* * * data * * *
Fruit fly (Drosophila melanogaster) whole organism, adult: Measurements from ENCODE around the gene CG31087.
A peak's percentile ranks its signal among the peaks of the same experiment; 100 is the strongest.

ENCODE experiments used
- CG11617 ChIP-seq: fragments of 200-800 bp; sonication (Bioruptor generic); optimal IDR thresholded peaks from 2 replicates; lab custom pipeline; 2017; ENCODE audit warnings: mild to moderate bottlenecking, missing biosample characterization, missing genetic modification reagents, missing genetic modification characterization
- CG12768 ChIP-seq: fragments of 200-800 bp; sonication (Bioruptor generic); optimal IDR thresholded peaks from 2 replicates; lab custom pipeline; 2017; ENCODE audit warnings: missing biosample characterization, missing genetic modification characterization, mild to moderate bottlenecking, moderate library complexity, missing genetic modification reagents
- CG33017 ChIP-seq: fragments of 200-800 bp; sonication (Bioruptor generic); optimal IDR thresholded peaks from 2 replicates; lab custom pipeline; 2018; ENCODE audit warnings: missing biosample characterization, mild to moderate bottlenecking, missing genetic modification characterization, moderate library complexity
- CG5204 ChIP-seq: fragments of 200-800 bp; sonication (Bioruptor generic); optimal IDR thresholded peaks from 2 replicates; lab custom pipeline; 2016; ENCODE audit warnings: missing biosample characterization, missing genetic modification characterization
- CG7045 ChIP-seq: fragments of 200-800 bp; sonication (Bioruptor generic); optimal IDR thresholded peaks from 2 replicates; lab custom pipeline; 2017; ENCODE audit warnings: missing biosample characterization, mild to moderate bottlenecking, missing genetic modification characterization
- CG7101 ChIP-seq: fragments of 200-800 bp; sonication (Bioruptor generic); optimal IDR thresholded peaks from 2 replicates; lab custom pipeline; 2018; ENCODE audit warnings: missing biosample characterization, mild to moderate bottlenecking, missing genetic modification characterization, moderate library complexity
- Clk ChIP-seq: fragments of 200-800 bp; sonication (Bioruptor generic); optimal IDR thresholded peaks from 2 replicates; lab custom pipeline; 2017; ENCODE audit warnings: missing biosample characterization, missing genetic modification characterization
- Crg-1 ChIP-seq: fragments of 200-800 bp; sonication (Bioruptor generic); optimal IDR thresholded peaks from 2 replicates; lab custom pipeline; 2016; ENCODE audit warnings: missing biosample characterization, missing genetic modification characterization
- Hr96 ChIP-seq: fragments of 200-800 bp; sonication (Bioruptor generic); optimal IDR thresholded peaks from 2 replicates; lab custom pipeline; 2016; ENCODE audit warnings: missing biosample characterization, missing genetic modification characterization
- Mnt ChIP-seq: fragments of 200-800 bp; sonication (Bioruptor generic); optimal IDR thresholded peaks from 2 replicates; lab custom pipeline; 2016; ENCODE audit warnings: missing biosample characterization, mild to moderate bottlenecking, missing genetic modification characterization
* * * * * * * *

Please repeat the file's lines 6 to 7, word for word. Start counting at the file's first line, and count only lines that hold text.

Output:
- CG33017 ChIP-seq: fragments of 200-800 bp; sonication (Bioruptor generic); optimal IDR thresholded peaks from 2 replicates; lab custom pipeline; 2018; ENCODE audit warnings: missing biosample characterization, mild to moderate bottlenecking, missing genetic modification characterization, moderate library complexity
- CG5204 ChIP-seq: fragments of 200-800 bp; sonication (Bioruptor generic); optimal IDR thresholded peaks from 2 replicates; lab custom pipeline; 2016; ENCODE audit warnings: missing biosample characterization, missing genetic modification characterization